Hedges: Well, I write death of the liberal class is really that story, how all of these people were silenced, pushed to the margins, stripped of employment, including, like, even high school teachers. I mean, Ellen Schrecker, the historian, has done a good job on this.
Jay: Just quickly, for people who don't know what we're talking about, we're talk about the House Un-American Activities, McCarthyism, and a real campaign to try to move anyone with a kind of progressive socialist idea out of anything.
Hedges: Right. And they were effective, I mean, in a way, far more effective than in Europe. I mean, in Europe, you'll still have a residue. We've been robbed of language by which we can express the reality of what we're undergoing. And that's because, you know, our radical populist dissident movements, those who offered a critique of the power elite, have been banished or silenced.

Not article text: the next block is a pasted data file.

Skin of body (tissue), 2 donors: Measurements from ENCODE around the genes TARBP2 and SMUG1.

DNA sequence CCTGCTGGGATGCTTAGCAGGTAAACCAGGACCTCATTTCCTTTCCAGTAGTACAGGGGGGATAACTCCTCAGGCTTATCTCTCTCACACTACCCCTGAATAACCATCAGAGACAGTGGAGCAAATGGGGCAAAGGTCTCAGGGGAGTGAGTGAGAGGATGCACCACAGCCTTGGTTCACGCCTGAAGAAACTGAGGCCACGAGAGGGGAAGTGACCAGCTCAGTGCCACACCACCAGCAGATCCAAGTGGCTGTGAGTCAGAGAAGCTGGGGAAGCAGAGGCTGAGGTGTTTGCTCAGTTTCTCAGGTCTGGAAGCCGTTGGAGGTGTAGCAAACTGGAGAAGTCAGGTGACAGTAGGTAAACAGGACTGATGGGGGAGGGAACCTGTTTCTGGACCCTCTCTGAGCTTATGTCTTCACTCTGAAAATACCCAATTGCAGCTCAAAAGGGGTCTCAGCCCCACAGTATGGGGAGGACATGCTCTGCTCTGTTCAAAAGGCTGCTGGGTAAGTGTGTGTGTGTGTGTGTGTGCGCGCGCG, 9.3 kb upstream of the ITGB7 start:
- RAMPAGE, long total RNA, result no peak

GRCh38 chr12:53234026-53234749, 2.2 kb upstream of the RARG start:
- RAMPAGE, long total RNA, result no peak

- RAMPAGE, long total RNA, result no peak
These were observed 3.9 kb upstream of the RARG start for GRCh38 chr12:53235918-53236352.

Jay: Now, you write something here which, you know, if you--you would not be allowed to say on mainstream news anywhere. You write:"Class struggle defines most of human history. Marx got this right. The sooner we realize that we are locked in deadly warfare with our ruling, corporate elite, the sooner we will realize that these elites must be overthrown."There's a massive campaign not even to use the words class warfare. In fact, if you talk class, people accuse you of being essentially anti-American.